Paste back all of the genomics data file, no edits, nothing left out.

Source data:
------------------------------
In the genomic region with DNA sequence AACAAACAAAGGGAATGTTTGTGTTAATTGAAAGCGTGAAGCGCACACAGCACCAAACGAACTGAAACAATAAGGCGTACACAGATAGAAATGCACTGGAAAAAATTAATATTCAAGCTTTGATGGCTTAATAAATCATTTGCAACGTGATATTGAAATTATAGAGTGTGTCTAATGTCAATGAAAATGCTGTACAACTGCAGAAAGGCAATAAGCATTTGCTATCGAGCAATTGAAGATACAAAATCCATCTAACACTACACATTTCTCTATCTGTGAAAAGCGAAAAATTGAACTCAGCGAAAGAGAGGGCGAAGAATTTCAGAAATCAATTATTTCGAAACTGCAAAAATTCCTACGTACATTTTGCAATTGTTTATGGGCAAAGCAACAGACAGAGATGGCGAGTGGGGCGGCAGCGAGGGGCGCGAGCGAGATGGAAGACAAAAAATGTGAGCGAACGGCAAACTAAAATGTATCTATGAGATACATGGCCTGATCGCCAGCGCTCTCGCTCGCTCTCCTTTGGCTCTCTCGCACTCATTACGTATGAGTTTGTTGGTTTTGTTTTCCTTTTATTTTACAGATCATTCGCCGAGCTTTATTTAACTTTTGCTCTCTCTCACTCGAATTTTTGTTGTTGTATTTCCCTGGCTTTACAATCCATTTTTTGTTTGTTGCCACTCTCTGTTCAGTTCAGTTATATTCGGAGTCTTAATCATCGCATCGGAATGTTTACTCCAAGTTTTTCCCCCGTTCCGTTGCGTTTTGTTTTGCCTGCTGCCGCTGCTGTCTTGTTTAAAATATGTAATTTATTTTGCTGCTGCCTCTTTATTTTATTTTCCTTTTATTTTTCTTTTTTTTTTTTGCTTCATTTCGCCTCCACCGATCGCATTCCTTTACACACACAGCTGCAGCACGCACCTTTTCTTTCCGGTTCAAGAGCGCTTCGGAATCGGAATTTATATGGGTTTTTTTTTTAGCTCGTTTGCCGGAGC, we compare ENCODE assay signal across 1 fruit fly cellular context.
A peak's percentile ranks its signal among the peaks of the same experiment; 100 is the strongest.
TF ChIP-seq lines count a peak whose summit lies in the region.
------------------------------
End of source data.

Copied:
In the genomic region with DNA sequence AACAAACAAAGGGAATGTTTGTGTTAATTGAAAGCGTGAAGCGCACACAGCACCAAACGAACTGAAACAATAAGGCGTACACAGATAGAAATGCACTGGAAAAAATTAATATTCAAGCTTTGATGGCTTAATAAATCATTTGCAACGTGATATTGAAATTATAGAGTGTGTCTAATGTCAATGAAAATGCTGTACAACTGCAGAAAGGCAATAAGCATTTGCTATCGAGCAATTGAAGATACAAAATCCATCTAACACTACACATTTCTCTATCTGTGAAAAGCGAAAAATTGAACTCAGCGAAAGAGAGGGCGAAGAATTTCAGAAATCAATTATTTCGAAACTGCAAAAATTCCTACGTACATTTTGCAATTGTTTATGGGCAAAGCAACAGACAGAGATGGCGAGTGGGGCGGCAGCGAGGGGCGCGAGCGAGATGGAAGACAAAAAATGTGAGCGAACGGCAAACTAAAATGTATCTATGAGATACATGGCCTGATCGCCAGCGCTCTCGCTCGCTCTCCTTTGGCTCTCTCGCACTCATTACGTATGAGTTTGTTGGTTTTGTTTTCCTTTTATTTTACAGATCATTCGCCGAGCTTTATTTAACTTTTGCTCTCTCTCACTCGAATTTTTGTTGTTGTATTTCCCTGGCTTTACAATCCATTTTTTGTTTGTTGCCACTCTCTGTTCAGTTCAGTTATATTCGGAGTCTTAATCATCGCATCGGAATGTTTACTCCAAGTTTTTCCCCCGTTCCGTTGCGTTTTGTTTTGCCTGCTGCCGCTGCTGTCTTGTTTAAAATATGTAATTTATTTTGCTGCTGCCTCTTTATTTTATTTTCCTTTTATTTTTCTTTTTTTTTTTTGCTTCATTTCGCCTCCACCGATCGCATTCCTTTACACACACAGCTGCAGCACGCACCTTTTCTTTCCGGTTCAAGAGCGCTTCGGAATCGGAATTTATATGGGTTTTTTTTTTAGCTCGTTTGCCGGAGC, we compare ENCODE assay signal across 1 fruit fly cellular context.
A peak's percentile ranks its signal among the peaks of the same experiment; 100 is the strongest.
TF ChIP-seq lines count a peak whose summit lies in the region.